Month: October 2015

3 Ways to Overcome Your LinkedIn Stage Fright (and Get Found Faster)

Are you afraid to share your professional opinions on LinkedIn?

You’re not alone.

At a recent LinkedIn training I led for job seekers, I emphasized the importance of circulating in LinkedIn’s ecosystem: Sharing articles, commenting on Long Form Posts, offering industry insights.

“Anyone have any hesitation about sharing your Thought Leadership on LinkedIn?” I asked.

Hands shot up.

“I’m out of a job! Who will take me seriously?”

“What do I know, compared to others out there? I feel like an imposter!”

“What if I say something wrong? There’s no recovering from that!”

The people I trained weren’t recent college graduates with limited experience. Many were seasoned CFOs and CEOs who’ve made millions of dollars for companies. They’ve got skills. And yet on LinkedIn, they’re afraid to express their hard-earned, proven wisdom.

I call it LinkedIn Stage Fright: The fear that you’ll say something wrong and end up with egg on your face. While there are “Negative Nellies” out there who pounce with lip-smacking glee on people whose opinions they dislike, I would argue:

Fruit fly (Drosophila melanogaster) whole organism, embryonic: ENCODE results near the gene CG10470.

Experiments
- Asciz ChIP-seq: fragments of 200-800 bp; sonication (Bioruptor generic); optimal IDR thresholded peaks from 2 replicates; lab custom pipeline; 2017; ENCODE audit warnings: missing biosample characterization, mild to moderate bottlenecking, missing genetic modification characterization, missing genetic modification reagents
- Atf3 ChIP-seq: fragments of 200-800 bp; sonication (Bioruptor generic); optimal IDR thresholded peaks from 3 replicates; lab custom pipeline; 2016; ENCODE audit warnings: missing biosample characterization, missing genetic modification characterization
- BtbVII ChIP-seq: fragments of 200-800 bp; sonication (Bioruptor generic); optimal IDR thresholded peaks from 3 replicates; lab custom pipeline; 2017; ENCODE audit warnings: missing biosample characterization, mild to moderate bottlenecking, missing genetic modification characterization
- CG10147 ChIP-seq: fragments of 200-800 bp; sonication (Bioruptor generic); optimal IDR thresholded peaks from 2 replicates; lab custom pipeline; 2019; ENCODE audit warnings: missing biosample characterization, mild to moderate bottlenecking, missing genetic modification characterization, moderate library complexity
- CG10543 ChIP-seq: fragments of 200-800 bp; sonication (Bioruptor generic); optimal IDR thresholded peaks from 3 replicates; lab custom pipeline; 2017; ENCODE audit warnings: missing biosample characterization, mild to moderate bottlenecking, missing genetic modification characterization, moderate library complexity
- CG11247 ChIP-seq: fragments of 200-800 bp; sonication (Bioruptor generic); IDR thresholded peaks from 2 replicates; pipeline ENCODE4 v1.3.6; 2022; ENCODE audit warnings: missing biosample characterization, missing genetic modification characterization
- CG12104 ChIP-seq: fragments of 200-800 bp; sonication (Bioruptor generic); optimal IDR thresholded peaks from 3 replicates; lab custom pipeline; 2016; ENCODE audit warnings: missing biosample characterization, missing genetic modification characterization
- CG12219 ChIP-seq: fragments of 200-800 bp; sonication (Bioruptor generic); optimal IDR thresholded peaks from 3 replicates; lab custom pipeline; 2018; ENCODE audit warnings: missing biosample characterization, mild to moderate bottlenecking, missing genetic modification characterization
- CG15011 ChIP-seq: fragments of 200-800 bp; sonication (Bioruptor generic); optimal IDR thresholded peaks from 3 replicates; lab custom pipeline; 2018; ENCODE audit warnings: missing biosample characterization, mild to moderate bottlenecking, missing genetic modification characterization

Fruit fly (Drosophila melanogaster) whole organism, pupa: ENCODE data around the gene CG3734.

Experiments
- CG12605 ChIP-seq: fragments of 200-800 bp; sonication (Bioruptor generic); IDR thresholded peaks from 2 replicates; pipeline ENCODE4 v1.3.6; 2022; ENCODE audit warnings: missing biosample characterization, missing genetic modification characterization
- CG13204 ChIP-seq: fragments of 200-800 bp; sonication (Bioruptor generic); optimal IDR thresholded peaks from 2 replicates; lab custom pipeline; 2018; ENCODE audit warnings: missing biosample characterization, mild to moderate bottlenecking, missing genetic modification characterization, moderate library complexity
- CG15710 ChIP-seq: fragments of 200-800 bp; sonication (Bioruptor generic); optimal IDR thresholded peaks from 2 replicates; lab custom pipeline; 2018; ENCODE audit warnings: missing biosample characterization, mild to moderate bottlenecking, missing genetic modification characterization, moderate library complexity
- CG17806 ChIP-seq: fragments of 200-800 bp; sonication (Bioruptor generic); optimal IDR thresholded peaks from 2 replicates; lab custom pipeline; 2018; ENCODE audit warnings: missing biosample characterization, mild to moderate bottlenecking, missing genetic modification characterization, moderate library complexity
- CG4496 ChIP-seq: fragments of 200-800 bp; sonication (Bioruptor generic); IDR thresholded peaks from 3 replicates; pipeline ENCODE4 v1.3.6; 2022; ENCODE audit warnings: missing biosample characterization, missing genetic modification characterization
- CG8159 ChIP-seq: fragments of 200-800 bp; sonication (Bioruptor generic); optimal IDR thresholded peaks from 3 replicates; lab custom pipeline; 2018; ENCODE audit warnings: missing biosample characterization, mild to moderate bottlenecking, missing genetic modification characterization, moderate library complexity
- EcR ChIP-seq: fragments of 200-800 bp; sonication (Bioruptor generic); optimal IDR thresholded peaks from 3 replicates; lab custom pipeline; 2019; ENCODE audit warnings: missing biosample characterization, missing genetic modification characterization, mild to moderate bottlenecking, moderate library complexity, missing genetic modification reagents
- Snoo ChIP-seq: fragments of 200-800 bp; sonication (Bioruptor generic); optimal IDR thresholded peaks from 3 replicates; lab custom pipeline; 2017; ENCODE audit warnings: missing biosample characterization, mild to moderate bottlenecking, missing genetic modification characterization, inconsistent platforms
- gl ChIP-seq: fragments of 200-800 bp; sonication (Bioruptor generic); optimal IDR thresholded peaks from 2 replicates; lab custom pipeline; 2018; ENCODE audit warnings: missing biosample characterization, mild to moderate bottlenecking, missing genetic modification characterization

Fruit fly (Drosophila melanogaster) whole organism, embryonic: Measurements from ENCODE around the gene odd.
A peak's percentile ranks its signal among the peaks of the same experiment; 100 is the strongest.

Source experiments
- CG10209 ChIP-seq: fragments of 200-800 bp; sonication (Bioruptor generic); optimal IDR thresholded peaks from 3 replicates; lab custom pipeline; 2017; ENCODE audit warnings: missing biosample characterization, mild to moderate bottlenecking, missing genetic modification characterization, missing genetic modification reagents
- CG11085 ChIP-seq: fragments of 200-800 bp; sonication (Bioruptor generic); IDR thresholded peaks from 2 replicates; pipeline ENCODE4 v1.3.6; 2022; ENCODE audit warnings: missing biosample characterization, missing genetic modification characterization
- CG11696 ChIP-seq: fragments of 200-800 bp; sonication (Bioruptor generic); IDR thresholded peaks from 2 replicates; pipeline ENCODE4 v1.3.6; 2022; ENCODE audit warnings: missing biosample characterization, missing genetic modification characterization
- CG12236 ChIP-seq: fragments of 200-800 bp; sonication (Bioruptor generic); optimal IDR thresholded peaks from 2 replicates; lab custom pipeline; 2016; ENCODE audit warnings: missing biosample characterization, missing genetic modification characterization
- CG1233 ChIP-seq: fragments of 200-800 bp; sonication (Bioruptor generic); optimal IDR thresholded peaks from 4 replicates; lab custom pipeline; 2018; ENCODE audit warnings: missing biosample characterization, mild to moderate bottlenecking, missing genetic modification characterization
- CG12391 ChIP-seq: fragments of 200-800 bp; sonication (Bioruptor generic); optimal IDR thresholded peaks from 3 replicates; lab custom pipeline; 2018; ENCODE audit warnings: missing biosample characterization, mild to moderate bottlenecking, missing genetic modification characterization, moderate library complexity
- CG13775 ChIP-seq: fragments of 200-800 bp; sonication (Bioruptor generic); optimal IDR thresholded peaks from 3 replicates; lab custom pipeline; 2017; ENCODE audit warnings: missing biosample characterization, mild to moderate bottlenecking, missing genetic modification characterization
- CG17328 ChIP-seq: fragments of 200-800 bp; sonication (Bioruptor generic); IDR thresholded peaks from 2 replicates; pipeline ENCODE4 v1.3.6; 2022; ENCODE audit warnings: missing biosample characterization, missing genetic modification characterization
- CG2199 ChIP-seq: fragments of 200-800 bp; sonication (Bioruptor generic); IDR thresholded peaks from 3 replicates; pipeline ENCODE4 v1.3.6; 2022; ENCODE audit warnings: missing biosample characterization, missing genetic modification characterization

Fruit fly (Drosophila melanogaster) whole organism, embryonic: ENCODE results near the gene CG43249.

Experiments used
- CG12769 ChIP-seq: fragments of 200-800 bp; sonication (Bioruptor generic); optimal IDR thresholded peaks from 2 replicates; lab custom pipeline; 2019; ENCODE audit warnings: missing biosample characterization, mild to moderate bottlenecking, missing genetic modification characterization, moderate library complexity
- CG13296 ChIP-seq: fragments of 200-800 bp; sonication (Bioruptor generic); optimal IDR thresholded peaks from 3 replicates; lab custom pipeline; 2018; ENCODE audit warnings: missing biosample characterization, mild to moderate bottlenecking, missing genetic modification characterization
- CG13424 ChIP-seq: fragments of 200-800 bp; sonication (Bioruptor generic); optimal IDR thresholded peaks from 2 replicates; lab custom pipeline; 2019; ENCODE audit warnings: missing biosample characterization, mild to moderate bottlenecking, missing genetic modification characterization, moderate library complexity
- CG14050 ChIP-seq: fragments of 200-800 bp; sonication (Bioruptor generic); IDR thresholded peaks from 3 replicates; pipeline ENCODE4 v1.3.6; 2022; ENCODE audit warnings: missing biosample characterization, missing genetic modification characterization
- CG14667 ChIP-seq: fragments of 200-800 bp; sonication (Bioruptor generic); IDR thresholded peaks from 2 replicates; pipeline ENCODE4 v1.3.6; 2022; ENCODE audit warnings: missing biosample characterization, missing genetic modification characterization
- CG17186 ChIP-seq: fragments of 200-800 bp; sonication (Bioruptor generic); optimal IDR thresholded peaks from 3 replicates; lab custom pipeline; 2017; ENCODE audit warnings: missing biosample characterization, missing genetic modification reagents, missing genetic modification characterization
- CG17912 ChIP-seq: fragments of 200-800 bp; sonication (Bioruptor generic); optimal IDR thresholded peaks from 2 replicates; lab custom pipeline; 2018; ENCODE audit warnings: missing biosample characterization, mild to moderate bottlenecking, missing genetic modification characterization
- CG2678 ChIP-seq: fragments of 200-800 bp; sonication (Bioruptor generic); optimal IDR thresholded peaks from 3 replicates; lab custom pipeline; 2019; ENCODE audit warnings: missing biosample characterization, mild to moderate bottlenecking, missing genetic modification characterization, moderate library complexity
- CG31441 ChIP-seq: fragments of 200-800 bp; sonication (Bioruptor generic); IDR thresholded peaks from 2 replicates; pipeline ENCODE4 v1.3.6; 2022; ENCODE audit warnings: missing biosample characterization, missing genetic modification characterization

• Their bad form reflects much worse on them than you
  • LinkedIn is more forgiving than you might think

Last year, I wrote a blog in which I exposed my ignorance about how to detect Spammers on LinkedIn. One of my readers graciously educated me by providing information, both on my blog thread and privately. Did my followers think me a fool? Maybe. Did anything terrible happen as a result of my “oops?” Nope.

Actively circulating on LinkedIn matters, a lot. By sharing what you know, you can quickly establish your reputation as an authority in your industry, which is catnip to hiring managers and recruiters.  LinkedIn is a relationship-building tool above all else, tailor-made for developing the “know, like, trust” factor people need in order to do business with you. Being active increases your profile views, and helps you get found faster.

How to hurdle the fear of blowing it? Take these 3 steps:

Start small

Set up a Google Alert, entering topics you care most about in your industry. (i.e. Business Development, Leadership, Change Management, whatever’s in your wheelhouse). Several times a day Google will send you curated articles on those topics. Select the juiciest one, and share it in the “Status Update” feature on LinkedIn, writing a lead that entices your network to read the article, and lets them know how they’ll benefit from reading it:

Example of a lead: “Excellent article on Informational Interviewing – concise & very helpful. Doing them will ramp up your job search.”